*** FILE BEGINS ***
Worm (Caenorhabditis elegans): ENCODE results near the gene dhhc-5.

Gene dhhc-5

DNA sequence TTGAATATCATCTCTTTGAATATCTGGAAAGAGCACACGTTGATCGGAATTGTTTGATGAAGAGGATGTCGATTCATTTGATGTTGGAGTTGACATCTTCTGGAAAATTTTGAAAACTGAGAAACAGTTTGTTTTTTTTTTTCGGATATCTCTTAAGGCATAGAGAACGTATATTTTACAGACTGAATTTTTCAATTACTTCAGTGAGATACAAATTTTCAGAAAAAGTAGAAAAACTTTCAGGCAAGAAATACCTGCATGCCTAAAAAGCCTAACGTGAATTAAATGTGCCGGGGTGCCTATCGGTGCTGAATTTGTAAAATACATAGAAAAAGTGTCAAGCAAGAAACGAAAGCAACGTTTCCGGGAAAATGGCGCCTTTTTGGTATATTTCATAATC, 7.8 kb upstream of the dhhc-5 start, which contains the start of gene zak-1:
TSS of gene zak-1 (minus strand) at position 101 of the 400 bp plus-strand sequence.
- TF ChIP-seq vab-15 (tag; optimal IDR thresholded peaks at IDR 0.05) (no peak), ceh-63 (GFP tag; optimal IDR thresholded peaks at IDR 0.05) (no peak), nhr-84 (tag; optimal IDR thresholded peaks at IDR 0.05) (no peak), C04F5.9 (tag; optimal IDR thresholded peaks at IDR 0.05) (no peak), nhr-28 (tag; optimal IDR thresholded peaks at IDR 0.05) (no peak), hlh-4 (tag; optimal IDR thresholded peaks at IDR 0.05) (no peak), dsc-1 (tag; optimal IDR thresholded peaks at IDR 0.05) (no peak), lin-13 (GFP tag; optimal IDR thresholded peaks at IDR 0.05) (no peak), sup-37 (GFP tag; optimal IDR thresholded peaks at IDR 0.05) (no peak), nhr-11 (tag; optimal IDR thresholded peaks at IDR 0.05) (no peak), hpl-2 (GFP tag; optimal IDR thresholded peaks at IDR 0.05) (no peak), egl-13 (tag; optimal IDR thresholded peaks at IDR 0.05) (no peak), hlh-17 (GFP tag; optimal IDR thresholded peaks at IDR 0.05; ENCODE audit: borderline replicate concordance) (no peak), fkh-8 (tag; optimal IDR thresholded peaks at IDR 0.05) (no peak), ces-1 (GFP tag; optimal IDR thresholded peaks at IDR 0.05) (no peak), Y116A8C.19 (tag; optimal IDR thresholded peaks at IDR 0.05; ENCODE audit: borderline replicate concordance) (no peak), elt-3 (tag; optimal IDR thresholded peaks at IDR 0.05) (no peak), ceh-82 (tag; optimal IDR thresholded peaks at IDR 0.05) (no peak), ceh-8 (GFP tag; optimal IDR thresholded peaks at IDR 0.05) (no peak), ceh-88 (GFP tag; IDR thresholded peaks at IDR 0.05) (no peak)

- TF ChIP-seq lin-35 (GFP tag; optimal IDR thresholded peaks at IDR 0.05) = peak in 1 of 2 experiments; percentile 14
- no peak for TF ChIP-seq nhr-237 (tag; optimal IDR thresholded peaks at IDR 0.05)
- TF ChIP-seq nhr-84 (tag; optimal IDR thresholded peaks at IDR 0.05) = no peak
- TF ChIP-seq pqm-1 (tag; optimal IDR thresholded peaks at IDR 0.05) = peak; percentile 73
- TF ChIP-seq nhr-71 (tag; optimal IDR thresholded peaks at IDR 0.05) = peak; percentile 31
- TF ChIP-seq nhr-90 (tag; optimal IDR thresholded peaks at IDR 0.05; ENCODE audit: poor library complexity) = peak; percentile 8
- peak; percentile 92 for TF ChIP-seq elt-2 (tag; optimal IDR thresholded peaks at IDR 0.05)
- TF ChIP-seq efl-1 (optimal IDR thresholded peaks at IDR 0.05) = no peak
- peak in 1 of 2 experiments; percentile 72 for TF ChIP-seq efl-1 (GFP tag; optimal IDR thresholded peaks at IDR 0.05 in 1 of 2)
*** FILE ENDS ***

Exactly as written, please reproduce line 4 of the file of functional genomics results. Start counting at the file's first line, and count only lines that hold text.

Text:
TSS of gene zak-1 (minus strand) at position 101 of the 400 bp plus-strand sequence.